Where: Silent Barn
There were so many things to be confused by upon walking into the latest Shellshag-curated show at Silent Barn, it's hard to know where to begin. The band playing first (mid-set when I walked in) consisted of a couple of 250 lb, heavily tattooed, heavily tanned biker-ish dudes playing a bass guitar and a keyboard respectively (and their less noticeable but similarly presented drummer). And when I say keyboard, I don't mean synthesizer. I mean electric piano. The gentleman on the bass had long hair and was wearing overalls with one side undone, and no shirt, while the keyboardist (and lead singer) sported a wife-beater and mullet.
Their small audience, who on average were about fifteen years their juniors, were jumping around enthusiastically when they suddenly plunged into a brief but surprisingly faithful cover of "A Whole New World." The song from Aladdin. Aside from the singer's gruff voice, it was pretty true to the Disney original, but somehow fit with the rest of their blue collar hair-punk (like hair-metal, get it?). The band, as it happened, were called Chicken & Whiskey and it was one of their first ever shows (or so I was told). And you know what? They were good. Everything about them was just right - their not-so-typical-for-the-Brooklyn-DIY-scene appearance, the balance of their masculine sound and look with their not-so-manly keyboard and cover song selection, effortlessly tight, effortlessly and subtly melodic.
It's no surprise that when they finished their set, the audience called out for more songs. They're exactly the kind of songs you want to hear more of when you go to a place like Silent Barn. Then several audience members began calling for the band to "freestyle." And guess what! They did, and they were good at that too. [old video]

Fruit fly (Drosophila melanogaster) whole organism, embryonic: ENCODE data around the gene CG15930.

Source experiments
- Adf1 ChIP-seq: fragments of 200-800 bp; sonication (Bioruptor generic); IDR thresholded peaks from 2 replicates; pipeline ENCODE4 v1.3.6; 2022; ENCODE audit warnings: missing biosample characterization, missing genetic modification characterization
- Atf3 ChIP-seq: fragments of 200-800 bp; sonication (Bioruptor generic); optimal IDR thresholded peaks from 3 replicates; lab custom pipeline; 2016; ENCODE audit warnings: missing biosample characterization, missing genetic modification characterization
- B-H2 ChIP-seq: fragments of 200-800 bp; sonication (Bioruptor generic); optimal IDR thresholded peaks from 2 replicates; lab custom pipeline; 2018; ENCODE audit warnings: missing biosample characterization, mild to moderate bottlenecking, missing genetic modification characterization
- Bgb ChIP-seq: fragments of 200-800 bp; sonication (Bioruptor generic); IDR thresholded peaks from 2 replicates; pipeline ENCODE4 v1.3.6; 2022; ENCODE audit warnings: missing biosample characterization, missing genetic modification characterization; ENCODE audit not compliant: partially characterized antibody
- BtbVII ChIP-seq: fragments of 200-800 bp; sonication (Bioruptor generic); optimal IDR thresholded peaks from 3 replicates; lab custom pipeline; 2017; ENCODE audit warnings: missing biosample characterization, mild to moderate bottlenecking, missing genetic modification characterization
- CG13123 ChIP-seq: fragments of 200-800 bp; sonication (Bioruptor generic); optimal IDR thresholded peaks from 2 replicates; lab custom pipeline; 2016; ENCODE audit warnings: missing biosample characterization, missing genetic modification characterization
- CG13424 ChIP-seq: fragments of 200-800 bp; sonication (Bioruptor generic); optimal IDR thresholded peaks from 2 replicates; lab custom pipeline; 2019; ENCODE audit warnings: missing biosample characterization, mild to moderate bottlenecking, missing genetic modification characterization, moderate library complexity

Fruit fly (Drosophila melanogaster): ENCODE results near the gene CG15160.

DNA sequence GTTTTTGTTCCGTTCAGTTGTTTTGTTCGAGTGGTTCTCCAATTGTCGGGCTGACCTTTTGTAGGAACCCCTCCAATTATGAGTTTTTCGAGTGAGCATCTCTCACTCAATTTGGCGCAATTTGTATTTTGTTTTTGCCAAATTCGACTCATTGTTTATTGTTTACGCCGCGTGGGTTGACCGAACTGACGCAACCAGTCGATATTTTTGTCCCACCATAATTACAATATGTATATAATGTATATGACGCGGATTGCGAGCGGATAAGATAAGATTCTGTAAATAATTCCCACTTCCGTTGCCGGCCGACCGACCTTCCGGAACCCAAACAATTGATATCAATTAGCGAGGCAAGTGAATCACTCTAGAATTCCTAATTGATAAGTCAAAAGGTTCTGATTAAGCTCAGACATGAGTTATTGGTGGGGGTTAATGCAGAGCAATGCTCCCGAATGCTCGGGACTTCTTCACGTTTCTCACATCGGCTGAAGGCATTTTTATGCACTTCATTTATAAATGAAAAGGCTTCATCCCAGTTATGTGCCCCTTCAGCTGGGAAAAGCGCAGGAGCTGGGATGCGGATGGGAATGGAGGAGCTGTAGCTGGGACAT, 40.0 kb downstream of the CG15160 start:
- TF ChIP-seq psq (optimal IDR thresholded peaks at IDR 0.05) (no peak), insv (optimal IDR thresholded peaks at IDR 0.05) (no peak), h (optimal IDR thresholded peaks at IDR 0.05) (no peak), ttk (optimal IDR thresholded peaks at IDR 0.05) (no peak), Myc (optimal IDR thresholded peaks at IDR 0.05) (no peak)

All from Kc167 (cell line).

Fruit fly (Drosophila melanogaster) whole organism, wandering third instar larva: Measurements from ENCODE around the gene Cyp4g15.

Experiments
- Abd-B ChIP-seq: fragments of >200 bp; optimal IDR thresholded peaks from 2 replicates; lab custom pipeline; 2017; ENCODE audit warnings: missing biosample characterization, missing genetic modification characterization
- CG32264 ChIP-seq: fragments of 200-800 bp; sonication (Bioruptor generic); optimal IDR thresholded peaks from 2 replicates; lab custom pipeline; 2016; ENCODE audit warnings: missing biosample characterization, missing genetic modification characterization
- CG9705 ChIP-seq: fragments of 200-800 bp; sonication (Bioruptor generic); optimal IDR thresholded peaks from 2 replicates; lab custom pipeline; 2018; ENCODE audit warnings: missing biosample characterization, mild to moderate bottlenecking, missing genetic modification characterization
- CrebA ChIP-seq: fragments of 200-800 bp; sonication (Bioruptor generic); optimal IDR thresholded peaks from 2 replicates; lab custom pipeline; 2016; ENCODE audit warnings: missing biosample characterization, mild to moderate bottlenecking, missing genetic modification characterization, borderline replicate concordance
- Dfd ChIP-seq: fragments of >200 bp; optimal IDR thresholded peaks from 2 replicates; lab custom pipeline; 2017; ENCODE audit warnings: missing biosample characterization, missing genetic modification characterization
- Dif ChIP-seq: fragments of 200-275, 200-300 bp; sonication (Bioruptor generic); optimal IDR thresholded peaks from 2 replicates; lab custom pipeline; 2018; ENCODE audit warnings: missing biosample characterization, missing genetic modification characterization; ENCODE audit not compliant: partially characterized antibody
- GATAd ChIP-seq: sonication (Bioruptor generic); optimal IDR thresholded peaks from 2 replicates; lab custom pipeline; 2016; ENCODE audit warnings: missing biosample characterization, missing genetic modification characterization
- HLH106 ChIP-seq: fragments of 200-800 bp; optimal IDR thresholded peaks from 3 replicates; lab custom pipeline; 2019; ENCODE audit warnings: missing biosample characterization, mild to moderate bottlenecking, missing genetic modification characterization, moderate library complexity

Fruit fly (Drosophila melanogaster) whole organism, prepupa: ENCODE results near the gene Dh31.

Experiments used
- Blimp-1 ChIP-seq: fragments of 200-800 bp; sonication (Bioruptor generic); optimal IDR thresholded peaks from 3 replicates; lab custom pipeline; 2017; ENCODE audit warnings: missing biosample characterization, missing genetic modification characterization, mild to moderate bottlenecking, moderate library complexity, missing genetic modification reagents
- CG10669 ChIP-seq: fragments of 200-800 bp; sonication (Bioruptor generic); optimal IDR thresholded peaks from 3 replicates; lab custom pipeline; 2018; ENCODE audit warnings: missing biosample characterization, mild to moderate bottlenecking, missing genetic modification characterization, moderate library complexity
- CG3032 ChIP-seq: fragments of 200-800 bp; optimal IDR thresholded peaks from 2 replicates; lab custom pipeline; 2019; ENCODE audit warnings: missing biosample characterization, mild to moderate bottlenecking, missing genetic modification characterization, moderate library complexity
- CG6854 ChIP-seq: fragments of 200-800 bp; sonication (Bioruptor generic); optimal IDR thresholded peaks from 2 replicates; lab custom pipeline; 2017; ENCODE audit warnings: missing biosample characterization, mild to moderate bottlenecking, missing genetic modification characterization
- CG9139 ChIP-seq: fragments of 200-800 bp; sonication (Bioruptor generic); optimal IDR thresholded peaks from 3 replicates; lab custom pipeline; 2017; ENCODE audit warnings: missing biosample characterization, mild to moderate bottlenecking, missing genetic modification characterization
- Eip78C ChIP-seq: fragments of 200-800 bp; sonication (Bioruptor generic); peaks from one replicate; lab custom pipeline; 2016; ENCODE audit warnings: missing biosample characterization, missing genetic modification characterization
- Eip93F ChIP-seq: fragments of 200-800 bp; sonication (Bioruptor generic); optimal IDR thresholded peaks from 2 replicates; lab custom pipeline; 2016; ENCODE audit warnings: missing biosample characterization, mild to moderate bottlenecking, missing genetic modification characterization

I've seen Fiasco many times and for all the band is impressive, the most enduring impression they made on me was as being a band of unequal skill. Not unequaled, unequal. While Jonathan Edelstein and Lucian Buscemi split guitar, bass and vocal duties, Edelstein's parts always outmatched Buscemi's. The band was great but it was frustrating to think how much better they would sound with two Edelsteins.
I didn't really have that issue at Silent Barn. Silent Barn is a stageless and equipment-strapped DIY space and while there are certainly worse acoustics to be found in the city, the audio isn't exactly pristine either. As such, I couldn't hear the minutiae that revealed the band's lopsided skills and was free to simply enjoy their energy.
All that aside, Fiasco are good at what they do. And what they do is awesome. Their incredibly fast and complex parts (often involving finger-tapping on guitar) flip between time-signatures without losing their brutal force. It's not the newest trick in the book, but it's a pretty good one. And one that's beyond the technical prowess of most bands as young as Fiasco.
I've only seen Unstoppable Death Machines once, and that was also with Fiasco. They are a duo with a setting that's nearly identical to Lightning Bolt - two guys, one bass, one drum kit, an echoey mic in the mouth and a whole lot of distortion. For all that, though, they sound pretty different from Lightning Bolt, who thrive on sheer speed. UDM's songs are more like, well, songs. Their tempos are slower and their rhythms simpler. Of course, they don't have the sheer originality of Lightning Bolt, but on the other hand, their music is easier to enjoy. And regardless of who they're not, they are pretty fucking ferocious.
Amid the massive distortion and skull shattering feedback, an interesting thing happened - the audience lifted the drummer and drumkit in the air at the end of the set. The drummer hopped on someone's shoulders while various other people lifted his snare and cymbals in reach. It reminded me, oddly, of the dinosaur rock bands and their interminable drum solos, during which the drummer's platform would rise up above the stage for an unlistenable ten, fifteen or twenty minutes. But while the drummer's levitation evoked such concerts, in a strange way, it was exactly the opposite. This is DIY and it's the opposite of a Rock God solo. Not only did the bass continue in its assault, but also those drums that could not be lifted were taken over by various audience members who pounded wildly on them for a good ten minutes. While the aerial rock drummer rises above the audience a show of superiority and separation from mere mortals, UDM's altitude was a part of the absolute annihilation between performer and audience. [video of a previous show at the same venue]
Or, more to the point, it was fucking fun.
I have nothing new to say about Shellshag, having reviewed them 8,000,000 times before. If they don't make you smile, your face is broken.